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Commission honors crime victims
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337 new criminal cases
1830 new traffic cases
178 new juvenile offender cases
139 new child in need of care cases
48 care and treatment cases
329 new victims of crime in Barton County
4,000 contacts made to all victims

In 2012 thus far:
166 new criminal and juvenile offender cases
98 new victims of crime
1,000 contacts made to all victims

A couple weeks ago, the Adam Longoria murder trial ended in Barton County. He was convicted of murdering 14-year-old Alicia DeBolt in August of 2010.
“The victims in that case went through two years of uncertainty,” Barton County Attorney Doug Matthews told the County Commission Monday during its regular meeting. What they endured is a snap shot of what victims go through.
“The victims are sometimes the least appreciated,” he said. To help assuage this oversight, the commission approved a proclamation making this National Crime Victims’ Rights Week.
The week has been selected to recognize those affected and those who serve them. “It asks us to think of how we would feel if we or our loved ones were a victim of a crime,” said Camila Komarek, victims advocate with the County Attorney’s Office.
There were 329 new victims of crime in Barton County in 2011 and 98 so far this year, so Komarek and company stay busy. “We help guide them through the entire justice process,” she said.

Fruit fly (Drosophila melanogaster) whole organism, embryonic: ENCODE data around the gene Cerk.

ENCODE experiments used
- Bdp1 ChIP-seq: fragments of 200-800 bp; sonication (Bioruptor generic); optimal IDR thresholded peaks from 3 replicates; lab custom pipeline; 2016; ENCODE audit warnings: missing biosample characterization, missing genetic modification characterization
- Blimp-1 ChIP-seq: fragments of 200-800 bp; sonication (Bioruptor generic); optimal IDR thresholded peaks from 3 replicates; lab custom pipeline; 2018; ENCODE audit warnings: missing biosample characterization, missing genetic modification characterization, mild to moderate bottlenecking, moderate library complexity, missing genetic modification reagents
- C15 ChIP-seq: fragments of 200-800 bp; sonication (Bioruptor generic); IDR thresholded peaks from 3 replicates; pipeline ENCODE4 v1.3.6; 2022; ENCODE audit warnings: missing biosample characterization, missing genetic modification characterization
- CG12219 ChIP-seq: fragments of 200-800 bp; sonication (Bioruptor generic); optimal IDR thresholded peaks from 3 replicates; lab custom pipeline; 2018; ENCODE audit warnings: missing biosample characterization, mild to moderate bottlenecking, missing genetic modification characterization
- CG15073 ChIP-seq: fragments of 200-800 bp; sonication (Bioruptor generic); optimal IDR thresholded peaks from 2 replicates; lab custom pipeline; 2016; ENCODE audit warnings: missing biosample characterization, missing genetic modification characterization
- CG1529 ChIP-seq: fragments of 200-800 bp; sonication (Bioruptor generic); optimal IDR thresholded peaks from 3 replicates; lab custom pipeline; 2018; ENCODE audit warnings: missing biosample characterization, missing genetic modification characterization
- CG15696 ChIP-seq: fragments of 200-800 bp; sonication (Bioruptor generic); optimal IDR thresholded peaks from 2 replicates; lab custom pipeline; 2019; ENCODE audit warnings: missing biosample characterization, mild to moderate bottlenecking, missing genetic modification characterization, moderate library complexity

These victims endure a lot, Matthews said. “The advocates really make a difference. Things (for those impacted) may not be as good as they were, but they are as good as possible.”
The county attorney said there hasn’t been an increase in crime in the county, but officials pay more attention to the dynamics of it now. “We’re more aware of the ramifications to the victims.”
In another crime-related matter, the commission approved the 2013 Central Kansas Community Corrections grant application through the Kansas Department of Corrections. Amy Boxberger, CKCC director, said the grant is for $382,000, but could be as high as $408,000, depending on how generous the Legislature is this session.
The Kansas Community Corrections Act provides grants to develop, implement and maintain offender programs. Boxberger said there has been no indication from lawmakers that the funding, which is an annual allotment, is in jeopardy.
The basic grant amount would just keep the existing programs going at the county level, without any pay increases. The higher total would allow CKCC to re-instate a part-time position that had to be cut because of state budget issues in the past, but still no salary hikes.
Come budget planning time in June, CKCC may have to revisit the issue after the state finalizes its fiscal package.
CKCC works to help keep offenders out of incarceration if possible. But, they also work with those in custody as well.
It serves the entire 20th Judicial District which includes Barton, Russell, Ellsworth, Rice and Stafford counties.